Chimes at Midnight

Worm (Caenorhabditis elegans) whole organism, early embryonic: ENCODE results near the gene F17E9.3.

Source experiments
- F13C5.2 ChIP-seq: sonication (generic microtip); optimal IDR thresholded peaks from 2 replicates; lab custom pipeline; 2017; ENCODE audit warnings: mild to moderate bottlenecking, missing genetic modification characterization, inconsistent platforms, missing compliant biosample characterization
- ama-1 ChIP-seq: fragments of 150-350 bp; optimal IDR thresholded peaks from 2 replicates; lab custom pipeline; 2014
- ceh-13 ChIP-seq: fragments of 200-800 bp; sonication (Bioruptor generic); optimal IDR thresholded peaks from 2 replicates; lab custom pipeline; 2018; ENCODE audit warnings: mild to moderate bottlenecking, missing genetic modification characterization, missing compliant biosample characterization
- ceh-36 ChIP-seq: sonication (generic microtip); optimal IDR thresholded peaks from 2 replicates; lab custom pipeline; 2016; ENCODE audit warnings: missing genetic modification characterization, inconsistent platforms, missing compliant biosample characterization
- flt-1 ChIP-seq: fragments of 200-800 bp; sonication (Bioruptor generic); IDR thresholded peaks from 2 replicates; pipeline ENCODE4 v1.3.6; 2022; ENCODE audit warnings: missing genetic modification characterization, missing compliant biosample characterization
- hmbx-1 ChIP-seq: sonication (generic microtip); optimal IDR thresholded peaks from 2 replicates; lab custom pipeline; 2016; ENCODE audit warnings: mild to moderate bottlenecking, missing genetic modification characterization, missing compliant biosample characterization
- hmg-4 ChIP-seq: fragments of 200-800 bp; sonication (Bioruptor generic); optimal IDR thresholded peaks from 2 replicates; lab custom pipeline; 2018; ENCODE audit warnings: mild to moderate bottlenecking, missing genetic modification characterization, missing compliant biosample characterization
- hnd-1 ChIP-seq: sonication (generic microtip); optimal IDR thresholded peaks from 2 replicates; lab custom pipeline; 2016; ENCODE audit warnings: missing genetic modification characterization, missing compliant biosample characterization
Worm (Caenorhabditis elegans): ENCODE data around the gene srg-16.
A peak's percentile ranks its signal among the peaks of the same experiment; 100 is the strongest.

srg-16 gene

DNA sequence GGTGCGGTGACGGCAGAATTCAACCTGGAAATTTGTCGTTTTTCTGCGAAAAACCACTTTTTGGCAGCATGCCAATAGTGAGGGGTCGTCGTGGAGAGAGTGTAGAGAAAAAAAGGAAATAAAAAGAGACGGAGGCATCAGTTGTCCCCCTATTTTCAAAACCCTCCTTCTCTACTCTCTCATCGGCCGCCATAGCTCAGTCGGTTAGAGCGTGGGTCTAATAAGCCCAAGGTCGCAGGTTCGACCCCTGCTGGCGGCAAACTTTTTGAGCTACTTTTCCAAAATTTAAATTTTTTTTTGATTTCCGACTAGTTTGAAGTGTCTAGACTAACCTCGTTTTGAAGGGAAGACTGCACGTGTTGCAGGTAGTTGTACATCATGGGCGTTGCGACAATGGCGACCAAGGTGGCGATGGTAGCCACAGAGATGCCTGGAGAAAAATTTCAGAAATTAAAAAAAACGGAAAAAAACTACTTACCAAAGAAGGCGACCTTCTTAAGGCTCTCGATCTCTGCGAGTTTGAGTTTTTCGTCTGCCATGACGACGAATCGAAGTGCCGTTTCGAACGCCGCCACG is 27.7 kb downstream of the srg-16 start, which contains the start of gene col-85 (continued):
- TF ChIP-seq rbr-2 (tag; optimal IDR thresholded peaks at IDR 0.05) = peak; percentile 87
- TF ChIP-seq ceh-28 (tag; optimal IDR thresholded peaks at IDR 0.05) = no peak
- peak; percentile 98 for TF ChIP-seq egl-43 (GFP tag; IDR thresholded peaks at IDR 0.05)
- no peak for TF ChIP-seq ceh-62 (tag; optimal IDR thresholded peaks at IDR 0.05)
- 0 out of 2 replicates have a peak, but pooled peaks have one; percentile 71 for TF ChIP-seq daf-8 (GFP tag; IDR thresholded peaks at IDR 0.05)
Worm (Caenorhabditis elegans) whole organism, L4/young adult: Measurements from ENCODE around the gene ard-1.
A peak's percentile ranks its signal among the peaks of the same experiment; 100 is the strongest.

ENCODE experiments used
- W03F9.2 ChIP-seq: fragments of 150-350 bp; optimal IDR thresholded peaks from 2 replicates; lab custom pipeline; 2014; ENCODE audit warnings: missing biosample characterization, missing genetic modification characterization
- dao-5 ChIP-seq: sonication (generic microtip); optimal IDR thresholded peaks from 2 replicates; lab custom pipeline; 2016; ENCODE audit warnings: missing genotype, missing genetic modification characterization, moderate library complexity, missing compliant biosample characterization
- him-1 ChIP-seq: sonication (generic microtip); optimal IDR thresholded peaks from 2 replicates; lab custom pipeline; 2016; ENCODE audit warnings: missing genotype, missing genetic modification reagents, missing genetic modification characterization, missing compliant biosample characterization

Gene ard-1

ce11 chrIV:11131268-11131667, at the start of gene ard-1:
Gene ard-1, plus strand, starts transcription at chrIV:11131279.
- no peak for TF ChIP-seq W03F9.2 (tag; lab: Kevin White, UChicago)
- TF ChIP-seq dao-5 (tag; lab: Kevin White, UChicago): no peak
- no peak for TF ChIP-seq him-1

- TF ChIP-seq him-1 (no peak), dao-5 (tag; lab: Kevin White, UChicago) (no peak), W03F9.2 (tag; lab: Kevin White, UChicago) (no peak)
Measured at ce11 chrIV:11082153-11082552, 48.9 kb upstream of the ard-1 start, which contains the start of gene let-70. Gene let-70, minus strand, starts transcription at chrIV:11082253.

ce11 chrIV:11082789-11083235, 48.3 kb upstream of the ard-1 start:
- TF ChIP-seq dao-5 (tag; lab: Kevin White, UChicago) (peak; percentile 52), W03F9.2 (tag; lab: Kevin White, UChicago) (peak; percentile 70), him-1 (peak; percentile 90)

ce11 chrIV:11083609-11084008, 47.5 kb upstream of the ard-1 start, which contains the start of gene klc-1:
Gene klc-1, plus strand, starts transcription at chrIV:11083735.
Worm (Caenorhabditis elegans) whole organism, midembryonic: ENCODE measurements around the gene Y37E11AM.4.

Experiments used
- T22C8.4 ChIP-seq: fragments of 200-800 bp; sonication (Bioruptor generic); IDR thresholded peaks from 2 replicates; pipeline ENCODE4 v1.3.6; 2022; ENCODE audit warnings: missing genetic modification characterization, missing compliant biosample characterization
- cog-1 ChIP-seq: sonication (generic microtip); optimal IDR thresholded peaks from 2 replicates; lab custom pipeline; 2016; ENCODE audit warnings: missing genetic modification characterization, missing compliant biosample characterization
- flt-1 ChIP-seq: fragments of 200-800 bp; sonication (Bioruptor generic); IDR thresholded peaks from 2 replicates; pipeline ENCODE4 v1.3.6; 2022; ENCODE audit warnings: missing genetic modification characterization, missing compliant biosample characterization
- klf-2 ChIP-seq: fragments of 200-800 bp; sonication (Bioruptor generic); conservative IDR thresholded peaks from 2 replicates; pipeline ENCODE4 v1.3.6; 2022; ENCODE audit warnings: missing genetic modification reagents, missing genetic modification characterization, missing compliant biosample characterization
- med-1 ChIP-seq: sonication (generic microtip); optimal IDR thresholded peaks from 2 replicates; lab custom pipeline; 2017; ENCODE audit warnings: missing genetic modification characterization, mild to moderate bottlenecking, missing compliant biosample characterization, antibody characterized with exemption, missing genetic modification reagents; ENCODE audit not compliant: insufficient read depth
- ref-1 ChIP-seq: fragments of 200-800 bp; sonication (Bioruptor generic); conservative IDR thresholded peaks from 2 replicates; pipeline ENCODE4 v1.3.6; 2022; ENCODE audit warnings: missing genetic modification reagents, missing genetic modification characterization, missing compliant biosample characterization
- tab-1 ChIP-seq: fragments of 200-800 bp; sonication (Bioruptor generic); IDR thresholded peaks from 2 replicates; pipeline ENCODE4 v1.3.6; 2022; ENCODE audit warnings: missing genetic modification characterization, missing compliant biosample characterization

Drawn primarily from Henry IV, Parts 1 and 2, with additions from other plays and Holinshed's Chronicles, Welles's interpretation of the life and death of “this great hill of flesh” Sir John Falstaff is both acutely personal and faithful to the language and spirit of Shakespeare. In a comic and stirring elegy that echoes the senile Shallow's refrain, “Jesus, the days that we have seen,” Welles plays the canny fool Falstaff as a living emblem of a dying world. His merrie Englande of jostling vulgarity, shared with the fierce and lusty bawd Doll Tearsheet (Moreau), is visually contrasted against the settings of stark majesty from which Henry IV (John Gielgud) uneasily reigns. Prince Hal (Keith Baxter) must choose between these two worlds and their masters. In a single moment, Hal's “I know thee not, old man,” Welles beautifully expresses themes of loyalty and betrayal that haunted the whole of his work.

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